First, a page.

Part of what makes our album interesting, and made this part of the trip tricky, was the involvement with Louise Harrison, George's older sister. She hosts the record, introducing the questions and presenting an authentic British presence to the interviews. She traveled to the Grammys with Marty Scott, who plays the part of George in The Liverpool Legends. Since Louise was not officially a nominee, she was technically not allowed into the red carpet area where nominees are interviewed. But that was solved when Nathan offered his nominee ticket for Louise to hold to get past the guard who was checking that particular credential. On our second pass down the gauntlet, Lou and Marty were joined by one WannaBeatle, making a group of three, while the three remaining WannaBeatles searched for other interview possibilities.

       From that point, we went into the Convention Center for the Pre-telecast. It was actually sort of boring, since it was in the convention center, which felt like 10,000 chairs in a dark box. People were getting up, leaving, going back to their seat, milling about... very haphazard, except for the stage, where a band played walk-on and walk-off music, and the non-broadcast awards were announced and received, as various artists said their thanks.

       We were excited about our chance. The Spoken Word category was approaching. They announced the nominees. They mentioned our album, and all our names. Then, they opened the envelope, and said "Betty White." So that was it.  On my way out, I passed Allison Krauss walking in.

       We headed over (with 10,000 other guests) to Staples Center and shuffled into seats to hear Ken Ehrlich, the producer, tell us what a great show we were about to watch. Opening up was Bruce Springsteen, singing "We Take Care of Our Own" with a string section augmenting the E Street Band. That was the beginning. It was three hours of abundant musical talent, and expensive production to go with it.
       I loved Bruno Mars - his proto-James Brown soul revue number was just as hot as a musical performance could be in my book. Also, that was when I felt ready to admit, "now it's official: the bow tie is back." LL Cool J was sporting one as the host, then Bruno as the front man for the soul band.

       It was one amazing show after another. You could see elaborate sets being erected behind the Grammy sets, and you could imagine vast teams of headphone wearing directors shouting instructions to keep the event moving.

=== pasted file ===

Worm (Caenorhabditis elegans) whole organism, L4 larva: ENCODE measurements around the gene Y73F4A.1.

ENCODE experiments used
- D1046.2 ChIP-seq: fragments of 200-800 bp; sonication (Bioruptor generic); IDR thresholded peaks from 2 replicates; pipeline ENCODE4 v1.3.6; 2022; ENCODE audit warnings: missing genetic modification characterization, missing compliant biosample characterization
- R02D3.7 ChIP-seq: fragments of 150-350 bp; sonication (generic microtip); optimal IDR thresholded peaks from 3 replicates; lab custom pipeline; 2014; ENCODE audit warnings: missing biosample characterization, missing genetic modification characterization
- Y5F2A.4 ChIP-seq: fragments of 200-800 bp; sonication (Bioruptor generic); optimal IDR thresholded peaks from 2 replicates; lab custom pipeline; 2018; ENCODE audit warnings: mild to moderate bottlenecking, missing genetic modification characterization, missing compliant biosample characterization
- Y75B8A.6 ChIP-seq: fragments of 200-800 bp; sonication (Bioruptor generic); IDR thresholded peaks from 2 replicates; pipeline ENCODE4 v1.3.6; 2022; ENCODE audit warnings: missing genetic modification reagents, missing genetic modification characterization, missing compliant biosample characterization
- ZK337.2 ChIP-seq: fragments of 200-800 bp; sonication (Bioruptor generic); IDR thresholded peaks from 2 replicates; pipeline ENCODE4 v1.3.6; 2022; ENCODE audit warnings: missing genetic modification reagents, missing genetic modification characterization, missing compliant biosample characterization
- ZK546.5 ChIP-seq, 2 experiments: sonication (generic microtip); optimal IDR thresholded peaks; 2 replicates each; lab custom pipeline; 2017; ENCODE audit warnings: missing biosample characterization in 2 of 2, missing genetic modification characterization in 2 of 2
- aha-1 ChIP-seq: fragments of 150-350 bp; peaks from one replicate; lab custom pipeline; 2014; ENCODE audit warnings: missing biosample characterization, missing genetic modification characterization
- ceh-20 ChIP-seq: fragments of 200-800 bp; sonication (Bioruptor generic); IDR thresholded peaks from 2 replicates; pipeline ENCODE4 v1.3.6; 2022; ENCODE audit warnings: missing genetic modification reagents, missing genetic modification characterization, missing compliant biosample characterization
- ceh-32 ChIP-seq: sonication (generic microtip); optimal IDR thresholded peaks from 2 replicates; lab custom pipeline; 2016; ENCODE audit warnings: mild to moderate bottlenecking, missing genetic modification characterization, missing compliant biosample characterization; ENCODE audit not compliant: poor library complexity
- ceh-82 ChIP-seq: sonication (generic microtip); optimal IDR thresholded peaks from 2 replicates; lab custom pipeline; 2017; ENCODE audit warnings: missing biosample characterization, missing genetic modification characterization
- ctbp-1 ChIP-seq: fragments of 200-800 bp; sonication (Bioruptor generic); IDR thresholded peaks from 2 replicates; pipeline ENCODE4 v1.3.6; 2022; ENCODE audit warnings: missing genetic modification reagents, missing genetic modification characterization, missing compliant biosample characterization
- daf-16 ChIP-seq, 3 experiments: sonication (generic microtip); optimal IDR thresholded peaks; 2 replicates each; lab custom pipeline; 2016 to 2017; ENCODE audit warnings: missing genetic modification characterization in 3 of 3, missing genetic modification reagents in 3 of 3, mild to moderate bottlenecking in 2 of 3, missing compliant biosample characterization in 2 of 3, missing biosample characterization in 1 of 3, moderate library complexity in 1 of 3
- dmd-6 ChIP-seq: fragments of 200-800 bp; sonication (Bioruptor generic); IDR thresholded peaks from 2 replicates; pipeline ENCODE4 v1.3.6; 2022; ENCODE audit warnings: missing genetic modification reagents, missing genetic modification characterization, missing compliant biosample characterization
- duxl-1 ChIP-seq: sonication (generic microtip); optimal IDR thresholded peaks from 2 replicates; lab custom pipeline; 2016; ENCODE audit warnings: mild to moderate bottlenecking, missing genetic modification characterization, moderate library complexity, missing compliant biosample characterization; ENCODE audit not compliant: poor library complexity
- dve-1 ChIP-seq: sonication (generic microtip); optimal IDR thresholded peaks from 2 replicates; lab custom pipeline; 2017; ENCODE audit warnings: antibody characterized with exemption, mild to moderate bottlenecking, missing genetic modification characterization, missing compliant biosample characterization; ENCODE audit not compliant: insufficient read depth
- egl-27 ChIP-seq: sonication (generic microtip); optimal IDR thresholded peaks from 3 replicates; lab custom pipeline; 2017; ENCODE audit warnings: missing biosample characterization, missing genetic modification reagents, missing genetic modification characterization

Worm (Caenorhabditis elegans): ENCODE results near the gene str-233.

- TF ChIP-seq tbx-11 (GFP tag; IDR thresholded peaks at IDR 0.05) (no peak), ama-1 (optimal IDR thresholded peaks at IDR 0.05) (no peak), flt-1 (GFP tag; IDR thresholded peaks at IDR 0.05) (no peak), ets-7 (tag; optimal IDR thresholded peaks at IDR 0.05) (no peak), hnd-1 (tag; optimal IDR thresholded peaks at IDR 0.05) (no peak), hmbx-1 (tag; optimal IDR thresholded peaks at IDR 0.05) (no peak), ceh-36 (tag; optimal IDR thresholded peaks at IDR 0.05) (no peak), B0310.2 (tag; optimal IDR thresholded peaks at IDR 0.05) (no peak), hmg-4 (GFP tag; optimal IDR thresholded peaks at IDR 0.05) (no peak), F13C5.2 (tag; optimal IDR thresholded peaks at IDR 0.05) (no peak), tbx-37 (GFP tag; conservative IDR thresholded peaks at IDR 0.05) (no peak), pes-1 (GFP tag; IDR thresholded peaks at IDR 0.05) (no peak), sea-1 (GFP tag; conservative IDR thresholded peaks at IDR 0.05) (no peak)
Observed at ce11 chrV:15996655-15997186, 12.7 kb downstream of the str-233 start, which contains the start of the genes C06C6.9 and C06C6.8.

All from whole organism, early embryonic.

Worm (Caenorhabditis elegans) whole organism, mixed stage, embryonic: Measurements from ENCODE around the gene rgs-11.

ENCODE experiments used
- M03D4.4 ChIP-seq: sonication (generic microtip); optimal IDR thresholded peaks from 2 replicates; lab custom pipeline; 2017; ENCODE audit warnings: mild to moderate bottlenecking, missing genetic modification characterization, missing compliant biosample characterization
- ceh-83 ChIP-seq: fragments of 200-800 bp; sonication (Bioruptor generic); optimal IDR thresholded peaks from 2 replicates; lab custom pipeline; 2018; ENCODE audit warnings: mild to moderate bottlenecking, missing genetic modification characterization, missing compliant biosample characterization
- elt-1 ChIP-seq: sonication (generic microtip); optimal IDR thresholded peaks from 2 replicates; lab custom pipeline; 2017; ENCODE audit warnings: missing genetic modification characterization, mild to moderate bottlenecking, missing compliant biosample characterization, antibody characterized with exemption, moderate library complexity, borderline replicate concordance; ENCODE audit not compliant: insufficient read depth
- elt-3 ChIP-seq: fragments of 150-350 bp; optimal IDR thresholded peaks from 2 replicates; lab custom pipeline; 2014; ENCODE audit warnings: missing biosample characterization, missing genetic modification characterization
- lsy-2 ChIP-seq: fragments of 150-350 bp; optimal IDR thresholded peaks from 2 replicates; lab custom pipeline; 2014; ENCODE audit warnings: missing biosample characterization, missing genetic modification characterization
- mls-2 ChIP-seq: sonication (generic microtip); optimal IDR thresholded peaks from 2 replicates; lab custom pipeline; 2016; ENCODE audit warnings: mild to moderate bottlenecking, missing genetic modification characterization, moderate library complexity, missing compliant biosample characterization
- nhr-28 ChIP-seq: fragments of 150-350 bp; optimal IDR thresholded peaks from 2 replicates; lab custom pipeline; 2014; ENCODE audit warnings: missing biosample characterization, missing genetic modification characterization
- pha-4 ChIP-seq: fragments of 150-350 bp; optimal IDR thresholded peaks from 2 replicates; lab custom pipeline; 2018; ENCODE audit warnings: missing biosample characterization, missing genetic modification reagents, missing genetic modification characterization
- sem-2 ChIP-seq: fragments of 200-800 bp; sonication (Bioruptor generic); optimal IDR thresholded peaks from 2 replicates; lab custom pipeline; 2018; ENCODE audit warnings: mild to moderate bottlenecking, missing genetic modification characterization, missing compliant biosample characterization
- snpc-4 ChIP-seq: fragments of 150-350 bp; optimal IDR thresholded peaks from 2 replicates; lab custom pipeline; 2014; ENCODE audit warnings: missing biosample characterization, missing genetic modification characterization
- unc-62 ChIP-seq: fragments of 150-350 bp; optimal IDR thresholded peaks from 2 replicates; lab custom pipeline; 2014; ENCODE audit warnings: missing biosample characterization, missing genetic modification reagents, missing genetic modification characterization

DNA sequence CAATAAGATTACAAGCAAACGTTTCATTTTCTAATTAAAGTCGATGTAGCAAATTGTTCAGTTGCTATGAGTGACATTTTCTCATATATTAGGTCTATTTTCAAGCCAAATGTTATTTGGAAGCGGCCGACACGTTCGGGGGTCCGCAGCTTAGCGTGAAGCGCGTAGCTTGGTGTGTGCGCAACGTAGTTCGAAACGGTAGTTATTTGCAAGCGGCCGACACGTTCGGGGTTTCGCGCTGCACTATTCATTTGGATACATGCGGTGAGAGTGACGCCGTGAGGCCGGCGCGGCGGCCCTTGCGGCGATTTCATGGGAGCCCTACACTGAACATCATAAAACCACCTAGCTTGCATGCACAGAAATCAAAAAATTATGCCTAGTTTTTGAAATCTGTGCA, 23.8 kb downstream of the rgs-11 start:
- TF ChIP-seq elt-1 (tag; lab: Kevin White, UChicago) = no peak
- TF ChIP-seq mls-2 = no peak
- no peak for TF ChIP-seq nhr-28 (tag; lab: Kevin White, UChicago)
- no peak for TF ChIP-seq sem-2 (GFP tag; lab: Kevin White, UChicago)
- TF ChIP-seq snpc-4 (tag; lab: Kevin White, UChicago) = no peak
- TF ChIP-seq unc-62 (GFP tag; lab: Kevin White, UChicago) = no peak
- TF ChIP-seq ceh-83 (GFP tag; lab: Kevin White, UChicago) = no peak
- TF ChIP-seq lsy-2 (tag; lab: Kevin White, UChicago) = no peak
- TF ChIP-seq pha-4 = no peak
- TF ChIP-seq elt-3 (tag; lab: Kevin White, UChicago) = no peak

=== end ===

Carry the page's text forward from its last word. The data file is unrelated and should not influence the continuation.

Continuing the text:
I was ery glad to see Bonnie Raitt doing a scaled down duet with Alicia Keys in a tribute to Etta James...

       Very glad to hear Beach Boys songs, three of their best ones, as augmented by members of Maroon 5 and Foster the People...

       Very glad to hear Sir Paul doing his stately little standard "My Valentine" with Diana Krall & Joe Walsh on nylon string guitar, and a string section...

       Very glad to hear Glen Campbell doing "Rhinestone Cowboy"...

       Glad to hear Tony Bennett doing "It Had To Be You" with Carrie Underwood, although he's beginning to show his age (after years of very impressive singing in his 80's)...

       And very impressed with Chris Brown, as a dancer & gymnast.
       The winner that night, not only in terms of Grammys, but in terms of audience sentiment, was Adele. Every time her name or album was announced as a winner, you could hear the crowd roar in support.

       We did not get to meet Sir Paul. However, we had a great time, and our seats at the live broadcast were only 200 feet away from where McCartney performed. So I consider that to be a step in the right direction.

       There was an after-party. It was staged with carnival dancers on floats just undulating endlessly. In another room, Kenny Loggins was hammering out his hits.

       Then Monday morning was checking out, fighting traffic, and flying home. Arriving at the Nashville airport, we saw Mayor Karl Dean. He had been at the Grammys. He waited at the luggage carousel just like a regular guy. That said a lot about the difference between LA and Nashville.

-- Bryan Cumming, 17 Feb. 2012